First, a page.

She is crying, as she and her sisters must do every year, for what she has lost, what has been taken away from her. Maybe she senses them this evening, those proud-to-be-crazy forebears on this same crazy-to-be-proud ritual. She may wear the skin of the rabbit stealer, hen thief, but is so much more this evening, because she recalls. Seer-like, she recalls the past and the future, travelling the kaleidoscope between them with careless-dance, black-socked steps.
She is crying for what she wants, needs, what she must have, yet cannot find. A mate, security, a day gone to be brought, magically, back and lived again. For memories, so clear they are yet to be lived. For her children, her own mother, her dances in jealous moonlight.
For the things she can never have … and never be; the glory of life that is yet to be; that will be taken from her, weeping away, maybe tomorrow, maybe in the depths of this, or next, winter.
Her song is meant for her own kind, but we would all do well to listen. And think.
11th October, 2012

Windfalls and Froglets …

England: the land of lawns. And with so much rain this year, lawns have become monsters, constantly in need of attention (read: cutting). Now, it is fair to say that I am not a great lover of lawns, they represent something of a monoculture and it is also fair to say that our back lawn is dotted with grassland species and stray plants from the flower borders (that’ll be daisies, hawkbit, dandelions, clover, lily of the valley, forget-me-not, self-sown ox-eye daisies, amongst others and – sphagnum moss!) – so not your standard/stereotypical English lawn!

But, of course it needs to be cut, so last week I exhumed the lawnmower, which is buried behind and underneath far more interesting bits and pieces in the double-door timber garage that serves as a shed-for-all –purposes and sometime-workshop and attacked the lawn with a grim let’s-get-it-over-with determination, give some definition to the edges and the new-this year bed for butterfly and bee-friendly species.

No surprises then, that while emptying the grassbox, I am easily distracted. The first signs of autumn: apparently-fragile but genuinely tough, the early leaf fall from the mountain ash tree, fine shades of orange, ochre and blue-green, the latest fall of apples from our tree (not a good year for apples, either here or up at the allotment) – now turning ugly light brown as the rot sets in. Last year the fallen apples were the temporary foodstops for wasps, but not many of these either this year.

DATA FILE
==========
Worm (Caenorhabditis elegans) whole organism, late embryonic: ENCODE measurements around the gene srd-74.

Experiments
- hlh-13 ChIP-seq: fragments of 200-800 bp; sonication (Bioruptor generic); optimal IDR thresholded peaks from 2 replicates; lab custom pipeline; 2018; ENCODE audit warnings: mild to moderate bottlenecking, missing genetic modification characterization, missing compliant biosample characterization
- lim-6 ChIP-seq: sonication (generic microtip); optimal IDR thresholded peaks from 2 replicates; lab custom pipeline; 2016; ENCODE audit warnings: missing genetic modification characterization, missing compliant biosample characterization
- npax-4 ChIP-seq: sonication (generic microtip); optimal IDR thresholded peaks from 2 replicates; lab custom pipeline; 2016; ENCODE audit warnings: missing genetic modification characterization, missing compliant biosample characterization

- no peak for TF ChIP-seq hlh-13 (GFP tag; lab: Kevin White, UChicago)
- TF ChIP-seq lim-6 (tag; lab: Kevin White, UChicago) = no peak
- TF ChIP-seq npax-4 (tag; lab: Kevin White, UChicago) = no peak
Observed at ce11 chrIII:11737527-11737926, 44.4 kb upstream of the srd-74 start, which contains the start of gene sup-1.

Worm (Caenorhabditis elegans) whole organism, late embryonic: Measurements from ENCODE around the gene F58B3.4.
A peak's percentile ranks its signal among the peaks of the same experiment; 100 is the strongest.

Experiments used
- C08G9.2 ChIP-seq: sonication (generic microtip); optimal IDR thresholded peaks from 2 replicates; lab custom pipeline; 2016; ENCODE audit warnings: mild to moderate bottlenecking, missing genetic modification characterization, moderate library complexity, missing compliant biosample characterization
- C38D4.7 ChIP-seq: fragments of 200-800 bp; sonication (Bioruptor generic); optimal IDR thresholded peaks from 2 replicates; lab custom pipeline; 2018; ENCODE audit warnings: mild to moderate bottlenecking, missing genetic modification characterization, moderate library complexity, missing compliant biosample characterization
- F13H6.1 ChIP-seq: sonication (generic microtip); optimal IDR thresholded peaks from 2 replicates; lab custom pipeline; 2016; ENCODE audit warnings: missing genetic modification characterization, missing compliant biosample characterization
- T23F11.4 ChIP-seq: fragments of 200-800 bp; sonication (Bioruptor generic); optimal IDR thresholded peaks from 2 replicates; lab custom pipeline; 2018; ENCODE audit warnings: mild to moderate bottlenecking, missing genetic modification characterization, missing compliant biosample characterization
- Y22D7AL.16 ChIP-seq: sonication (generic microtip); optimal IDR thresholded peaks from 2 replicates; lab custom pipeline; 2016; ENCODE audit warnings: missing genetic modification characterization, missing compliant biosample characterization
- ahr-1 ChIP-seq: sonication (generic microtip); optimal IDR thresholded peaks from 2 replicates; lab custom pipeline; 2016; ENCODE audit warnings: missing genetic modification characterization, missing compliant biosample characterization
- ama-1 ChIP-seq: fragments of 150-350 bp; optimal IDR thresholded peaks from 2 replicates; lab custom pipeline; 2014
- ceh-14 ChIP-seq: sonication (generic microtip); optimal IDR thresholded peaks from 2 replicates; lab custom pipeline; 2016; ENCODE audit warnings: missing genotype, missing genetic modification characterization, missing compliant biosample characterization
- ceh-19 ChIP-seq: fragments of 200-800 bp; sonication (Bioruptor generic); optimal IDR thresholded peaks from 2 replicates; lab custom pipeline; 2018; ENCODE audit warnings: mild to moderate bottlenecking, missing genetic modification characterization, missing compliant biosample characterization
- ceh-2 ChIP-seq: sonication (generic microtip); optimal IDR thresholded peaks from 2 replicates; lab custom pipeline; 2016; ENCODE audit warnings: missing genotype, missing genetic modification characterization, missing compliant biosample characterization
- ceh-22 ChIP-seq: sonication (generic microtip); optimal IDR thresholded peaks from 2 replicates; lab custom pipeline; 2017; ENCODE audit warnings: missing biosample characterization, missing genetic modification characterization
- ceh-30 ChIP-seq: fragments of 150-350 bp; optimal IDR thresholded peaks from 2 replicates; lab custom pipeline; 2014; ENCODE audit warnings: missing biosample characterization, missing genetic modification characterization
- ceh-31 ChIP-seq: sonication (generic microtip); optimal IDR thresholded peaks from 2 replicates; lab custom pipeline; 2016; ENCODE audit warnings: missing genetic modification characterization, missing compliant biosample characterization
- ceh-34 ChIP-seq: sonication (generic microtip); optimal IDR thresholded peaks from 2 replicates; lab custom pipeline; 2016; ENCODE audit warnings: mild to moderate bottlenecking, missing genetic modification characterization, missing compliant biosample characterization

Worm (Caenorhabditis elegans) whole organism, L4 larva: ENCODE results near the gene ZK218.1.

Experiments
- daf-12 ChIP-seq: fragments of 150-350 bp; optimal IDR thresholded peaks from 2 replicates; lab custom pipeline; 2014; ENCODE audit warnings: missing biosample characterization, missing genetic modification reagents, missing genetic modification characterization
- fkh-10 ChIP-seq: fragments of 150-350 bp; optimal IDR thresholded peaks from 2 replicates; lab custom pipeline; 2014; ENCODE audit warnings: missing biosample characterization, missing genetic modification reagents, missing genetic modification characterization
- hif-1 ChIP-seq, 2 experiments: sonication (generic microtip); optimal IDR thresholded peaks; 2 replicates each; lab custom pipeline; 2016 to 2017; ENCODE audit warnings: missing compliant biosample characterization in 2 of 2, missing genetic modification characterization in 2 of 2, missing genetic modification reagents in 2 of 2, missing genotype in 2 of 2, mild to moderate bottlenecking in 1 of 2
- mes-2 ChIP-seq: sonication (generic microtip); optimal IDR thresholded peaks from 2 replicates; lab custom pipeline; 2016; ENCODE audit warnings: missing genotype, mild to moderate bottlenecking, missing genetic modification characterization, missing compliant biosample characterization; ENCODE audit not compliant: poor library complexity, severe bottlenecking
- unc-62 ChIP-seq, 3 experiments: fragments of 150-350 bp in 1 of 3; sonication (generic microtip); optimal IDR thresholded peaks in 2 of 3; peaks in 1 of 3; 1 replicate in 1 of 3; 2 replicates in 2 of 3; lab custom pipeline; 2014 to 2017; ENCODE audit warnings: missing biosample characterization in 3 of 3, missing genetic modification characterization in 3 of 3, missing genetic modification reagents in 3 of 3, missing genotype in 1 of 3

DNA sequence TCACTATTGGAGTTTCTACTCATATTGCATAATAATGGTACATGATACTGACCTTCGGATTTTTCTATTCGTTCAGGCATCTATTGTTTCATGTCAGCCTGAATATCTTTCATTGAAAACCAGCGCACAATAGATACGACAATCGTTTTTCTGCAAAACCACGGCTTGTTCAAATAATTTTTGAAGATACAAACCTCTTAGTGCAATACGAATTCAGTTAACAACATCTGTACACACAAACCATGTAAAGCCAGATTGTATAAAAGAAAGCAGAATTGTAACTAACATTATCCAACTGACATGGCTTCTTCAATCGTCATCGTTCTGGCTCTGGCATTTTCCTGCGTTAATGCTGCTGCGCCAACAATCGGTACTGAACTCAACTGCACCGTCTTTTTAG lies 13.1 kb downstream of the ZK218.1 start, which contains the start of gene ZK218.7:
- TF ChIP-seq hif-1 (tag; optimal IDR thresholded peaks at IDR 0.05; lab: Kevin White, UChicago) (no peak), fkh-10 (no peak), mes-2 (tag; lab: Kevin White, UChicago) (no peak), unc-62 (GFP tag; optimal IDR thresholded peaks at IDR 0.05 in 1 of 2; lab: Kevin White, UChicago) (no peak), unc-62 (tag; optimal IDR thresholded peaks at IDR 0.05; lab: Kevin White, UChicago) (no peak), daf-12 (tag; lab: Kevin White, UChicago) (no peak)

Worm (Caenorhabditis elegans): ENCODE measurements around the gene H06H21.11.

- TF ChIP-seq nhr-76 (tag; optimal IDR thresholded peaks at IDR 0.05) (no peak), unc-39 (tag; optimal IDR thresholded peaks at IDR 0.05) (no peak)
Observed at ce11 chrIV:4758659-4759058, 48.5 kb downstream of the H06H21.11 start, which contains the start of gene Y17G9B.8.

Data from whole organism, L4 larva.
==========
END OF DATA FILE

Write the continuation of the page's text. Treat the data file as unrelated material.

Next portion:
The statuesque, but occassionally painful dry patch of holly leaves that gather up against the fence, having fallen unsuspected throughout the year from a neighbour’s tree. And the tiny,  crazily energetic, frantic struggles of pale yellowish-green, froglets between the blades of grass. Perfect miniature copies of their parents with jewel-shiny skins. The shaking, the noise and the earth-moving vibration of the lawnmower approaching has the poor mites struggling through their close pressed leaf vertical leaf and stem habitat.

These are the ones that have made it so far. From our plastic pre-formed liner pond, that have been the subject of much discussion (“When will they lose their tails?”) and have escaped the attentions of the fish in the pond, by hugging the space, I suspect between plant baskets and pond liner where the fish cannot get, and the depredations of the hedgehogs and cats that patrol the garden in the hours of darkness. In awe I watch them wrestle, climb and tumble, making sure they reach areas that I have already cut (albeit cut in random fashion). Grass is a good habitat for these little amphibians, it has all of the qualities they seek, offering protection from the many predators and opportunists that will snack on them and small minibeasts for them, in their turn to eat.

Good luck to them: after hibernation, they will be mounting a full scale, fuller-grown assault on the slugs and snails that I have little affection for – but first they must survive the punishing campaign of – at least – one more lawn mowing. I am doing my best for them.